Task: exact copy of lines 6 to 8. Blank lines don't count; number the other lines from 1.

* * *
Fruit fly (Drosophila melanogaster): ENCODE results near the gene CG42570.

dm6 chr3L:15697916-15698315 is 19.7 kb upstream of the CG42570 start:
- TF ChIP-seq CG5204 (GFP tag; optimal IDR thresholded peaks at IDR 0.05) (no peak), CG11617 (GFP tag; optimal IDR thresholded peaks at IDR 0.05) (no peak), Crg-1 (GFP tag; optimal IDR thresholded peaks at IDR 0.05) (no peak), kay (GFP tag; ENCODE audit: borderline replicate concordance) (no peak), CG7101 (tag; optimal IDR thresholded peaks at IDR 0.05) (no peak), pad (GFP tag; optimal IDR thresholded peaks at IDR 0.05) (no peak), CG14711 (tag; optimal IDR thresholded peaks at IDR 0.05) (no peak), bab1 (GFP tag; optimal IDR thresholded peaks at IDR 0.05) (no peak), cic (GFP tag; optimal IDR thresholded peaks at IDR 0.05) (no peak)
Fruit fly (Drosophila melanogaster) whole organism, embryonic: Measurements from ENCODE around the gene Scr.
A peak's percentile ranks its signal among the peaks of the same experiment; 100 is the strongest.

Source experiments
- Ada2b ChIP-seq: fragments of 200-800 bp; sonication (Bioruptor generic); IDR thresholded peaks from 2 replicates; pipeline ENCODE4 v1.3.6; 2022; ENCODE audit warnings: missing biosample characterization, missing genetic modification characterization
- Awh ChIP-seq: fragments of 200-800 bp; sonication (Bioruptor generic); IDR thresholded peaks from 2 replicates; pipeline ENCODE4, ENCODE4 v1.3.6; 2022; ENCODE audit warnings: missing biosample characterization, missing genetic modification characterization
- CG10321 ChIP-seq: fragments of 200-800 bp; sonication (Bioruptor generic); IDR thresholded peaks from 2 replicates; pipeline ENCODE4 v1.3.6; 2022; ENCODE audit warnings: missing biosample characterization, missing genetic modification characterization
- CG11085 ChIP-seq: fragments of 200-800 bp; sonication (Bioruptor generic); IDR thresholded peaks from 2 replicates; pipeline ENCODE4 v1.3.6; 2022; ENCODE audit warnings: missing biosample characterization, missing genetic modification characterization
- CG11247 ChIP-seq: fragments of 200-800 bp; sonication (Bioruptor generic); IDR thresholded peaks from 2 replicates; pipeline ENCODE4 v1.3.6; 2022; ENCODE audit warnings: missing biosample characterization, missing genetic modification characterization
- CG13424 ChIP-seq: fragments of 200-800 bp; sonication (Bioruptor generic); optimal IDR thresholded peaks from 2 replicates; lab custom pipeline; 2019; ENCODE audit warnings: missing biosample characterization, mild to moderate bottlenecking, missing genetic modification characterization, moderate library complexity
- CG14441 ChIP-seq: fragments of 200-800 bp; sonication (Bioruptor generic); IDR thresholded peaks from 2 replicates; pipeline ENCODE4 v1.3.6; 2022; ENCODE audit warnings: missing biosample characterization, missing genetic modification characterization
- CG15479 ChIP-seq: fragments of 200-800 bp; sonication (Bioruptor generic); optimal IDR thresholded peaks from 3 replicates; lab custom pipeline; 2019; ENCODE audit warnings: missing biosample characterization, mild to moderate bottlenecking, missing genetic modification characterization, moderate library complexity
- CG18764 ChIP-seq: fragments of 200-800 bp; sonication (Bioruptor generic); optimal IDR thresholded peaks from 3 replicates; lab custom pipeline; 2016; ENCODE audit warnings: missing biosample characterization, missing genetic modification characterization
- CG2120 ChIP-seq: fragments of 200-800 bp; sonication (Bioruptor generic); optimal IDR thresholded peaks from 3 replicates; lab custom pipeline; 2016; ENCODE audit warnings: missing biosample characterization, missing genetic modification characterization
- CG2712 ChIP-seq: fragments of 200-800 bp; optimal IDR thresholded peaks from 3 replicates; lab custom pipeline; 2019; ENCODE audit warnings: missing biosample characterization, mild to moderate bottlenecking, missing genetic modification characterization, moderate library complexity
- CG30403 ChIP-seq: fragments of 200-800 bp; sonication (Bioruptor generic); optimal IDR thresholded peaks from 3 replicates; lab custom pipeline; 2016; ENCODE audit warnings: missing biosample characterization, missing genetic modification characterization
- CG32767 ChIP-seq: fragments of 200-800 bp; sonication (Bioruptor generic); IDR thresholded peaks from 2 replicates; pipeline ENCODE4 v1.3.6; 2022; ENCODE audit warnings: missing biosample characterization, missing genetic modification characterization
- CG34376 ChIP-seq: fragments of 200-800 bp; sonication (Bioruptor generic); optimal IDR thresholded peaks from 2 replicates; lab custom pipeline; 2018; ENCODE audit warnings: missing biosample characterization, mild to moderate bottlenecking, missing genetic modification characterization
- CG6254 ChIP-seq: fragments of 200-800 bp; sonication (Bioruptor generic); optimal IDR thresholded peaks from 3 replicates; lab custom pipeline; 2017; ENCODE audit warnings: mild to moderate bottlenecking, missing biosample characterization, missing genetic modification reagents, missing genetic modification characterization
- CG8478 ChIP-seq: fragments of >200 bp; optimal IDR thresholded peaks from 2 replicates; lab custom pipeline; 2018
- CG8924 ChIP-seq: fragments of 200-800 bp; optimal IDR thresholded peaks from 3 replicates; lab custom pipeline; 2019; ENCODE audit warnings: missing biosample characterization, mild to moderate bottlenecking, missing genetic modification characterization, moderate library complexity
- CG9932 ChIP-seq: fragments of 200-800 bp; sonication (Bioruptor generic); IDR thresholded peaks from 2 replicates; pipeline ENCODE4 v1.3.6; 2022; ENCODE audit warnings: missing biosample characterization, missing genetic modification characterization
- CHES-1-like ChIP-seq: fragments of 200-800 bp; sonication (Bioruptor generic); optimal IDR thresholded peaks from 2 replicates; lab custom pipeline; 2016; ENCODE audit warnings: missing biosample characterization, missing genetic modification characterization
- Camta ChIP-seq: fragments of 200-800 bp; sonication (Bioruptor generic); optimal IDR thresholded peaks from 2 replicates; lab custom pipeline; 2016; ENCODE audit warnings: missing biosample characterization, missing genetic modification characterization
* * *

Source experiments
- Ada2b ChIP-seq: fragments of 200-800 bp; sonication (Bioruptor generic); IDR thresholded peaks from 2 replicates; pipeline ENCODE4 v1.3.6; 2022; ENCODE audit warnings: missing biosample characterization, missing genetic modification characterization
- Awh ChIP-seq: fragments of 200-800 bp; sonication (Bioruptor generic); IDR thresholded peaks from 2 replicates; pipeline ENCODE4, ENCODE4 v1.3.6; 2022; ENCODE audit warnings: missing biosample characterization, missing genetic modification characterization